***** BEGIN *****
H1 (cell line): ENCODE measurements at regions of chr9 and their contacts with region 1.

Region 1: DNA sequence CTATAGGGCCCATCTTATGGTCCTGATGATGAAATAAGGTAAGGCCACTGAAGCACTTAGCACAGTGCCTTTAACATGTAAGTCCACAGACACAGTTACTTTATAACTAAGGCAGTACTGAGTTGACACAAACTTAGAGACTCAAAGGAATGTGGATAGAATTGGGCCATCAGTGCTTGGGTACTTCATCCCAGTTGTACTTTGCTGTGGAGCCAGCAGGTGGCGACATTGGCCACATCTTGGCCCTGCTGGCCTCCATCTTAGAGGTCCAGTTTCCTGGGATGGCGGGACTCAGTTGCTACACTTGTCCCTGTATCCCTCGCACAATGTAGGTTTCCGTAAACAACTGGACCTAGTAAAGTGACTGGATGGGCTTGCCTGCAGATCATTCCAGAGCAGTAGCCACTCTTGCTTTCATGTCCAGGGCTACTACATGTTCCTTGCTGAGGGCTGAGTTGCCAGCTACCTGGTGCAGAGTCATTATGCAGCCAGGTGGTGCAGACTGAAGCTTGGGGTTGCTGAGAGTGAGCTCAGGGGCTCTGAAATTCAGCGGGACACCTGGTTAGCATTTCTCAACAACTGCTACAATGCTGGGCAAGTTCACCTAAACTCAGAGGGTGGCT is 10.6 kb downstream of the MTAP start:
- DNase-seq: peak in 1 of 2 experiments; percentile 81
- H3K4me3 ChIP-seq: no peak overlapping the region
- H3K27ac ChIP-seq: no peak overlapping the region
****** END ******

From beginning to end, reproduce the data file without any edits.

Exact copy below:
H1 (cell line): ENCODE measurements at regions of chr9 and their contacts with region 1.

Region 1: DNA sequence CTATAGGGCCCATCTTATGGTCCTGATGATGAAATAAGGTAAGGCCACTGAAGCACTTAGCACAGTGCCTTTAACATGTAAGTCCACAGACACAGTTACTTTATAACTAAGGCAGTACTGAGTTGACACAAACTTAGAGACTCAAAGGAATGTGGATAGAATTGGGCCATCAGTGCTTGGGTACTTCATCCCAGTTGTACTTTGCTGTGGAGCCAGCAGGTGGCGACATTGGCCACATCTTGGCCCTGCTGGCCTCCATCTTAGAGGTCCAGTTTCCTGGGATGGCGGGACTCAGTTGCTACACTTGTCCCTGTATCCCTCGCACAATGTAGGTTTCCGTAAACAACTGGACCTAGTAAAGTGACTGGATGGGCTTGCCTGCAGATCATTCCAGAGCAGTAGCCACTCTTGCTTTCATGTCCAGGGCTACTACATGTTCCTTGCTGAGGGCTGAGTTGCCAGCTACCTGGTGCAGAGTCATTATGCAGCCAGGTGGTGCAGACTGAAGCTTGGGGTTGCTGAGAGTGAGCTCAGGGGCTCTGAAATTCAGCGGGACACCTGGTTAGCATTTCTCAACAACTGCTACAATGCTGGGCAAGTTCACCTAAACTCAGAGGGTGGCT is 10.6 kb downstream of the MTAP start:
- DNase-seq: peak in 1 of 2 experiments; percentile 81
- H3K4me3 ChIP-seq: no peak overlapping the region
- H3K27ac ChIP-seq: no peak overlapping the region